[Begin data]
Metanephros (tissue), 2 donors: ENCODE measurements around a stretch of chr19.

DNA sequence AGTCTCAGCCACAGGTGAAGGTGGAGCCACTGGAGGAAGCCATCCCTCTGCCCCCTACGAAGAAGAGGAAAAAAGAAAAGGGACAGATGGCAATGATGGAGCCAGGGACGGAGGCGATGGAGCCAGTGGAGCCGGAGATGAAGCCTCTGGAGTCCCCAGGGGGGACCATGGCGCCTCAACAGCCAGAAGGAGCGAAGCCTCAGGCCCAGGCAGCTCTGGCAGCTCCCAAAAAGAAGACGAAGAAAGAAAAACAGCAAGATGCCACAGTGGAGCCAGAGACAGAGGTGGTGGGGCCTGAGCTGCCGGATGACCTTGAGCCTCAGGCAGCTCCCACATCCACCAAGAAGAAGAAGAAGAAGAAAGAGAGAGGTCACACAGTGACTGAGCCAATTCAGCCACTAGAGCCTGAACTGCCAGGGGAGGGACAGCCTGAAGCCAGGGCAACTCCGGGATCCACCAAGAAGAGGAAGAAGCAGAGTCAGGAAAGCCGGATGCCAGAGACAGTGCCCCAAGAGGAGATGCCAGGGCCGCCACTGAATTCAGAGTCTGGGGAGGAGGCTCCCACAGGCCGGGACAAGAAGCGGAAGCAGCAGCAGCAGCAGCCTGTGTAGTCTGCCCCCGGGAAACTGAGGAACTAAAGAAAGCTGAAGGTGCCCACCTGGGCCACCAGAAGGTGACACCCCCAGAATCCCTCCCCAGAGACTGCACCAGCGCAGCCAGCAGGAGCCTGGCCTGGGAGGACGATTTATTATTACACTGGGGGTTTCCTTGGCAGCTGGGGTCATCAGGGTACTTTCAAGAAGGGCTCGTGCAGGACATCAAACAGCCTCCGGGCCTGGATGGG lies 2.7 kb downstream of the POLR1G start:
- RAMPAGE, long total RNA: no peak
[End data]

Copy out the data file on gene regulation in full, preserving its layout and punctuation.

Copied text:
Metanephros (tissue), 2 donors: ENCODE measurements around a stretch of chr19.

DNA sequence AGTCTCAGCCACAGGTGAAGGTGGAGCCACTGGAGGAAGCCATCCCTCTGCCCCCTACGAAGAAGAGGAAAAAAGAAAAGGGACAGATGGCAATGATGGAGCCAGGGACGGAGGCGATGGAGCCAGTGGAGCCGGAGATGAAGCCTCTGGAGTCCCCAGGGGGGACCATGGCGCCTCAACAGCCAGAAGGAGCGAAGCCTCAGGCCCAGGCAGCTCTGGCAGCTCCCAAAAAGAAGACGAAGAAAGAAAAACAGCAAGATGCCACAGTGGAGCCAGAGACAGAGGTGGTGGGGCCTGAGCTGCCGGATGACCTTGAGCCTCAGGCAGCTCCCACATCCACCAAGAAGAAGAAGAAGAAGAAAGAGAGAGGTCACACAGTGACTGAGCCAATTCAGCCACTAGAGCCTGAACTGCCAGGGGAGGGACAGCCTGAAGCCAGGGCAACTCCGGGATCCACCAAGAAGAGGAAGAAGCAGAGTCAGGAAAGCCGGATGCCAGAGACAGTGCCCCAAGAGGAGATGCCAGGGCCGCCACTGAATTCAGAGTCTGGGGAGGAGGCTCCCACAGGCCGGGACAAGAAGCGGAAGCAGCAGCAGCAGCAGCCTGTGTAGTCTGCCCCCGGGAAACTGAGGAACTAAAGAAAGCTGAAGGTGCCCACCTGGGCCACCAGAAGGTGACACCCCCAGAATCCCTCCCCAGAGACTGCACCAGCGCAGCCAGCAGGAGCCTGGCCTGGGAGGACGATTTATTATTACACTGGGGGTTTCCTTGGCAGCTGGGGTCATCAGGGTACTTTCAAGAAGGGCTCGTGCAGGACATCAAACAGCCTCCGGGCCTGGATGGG lies 2.7 kb downstream of the POLR1G start:
- RAMPAGE, long total RNA: no peak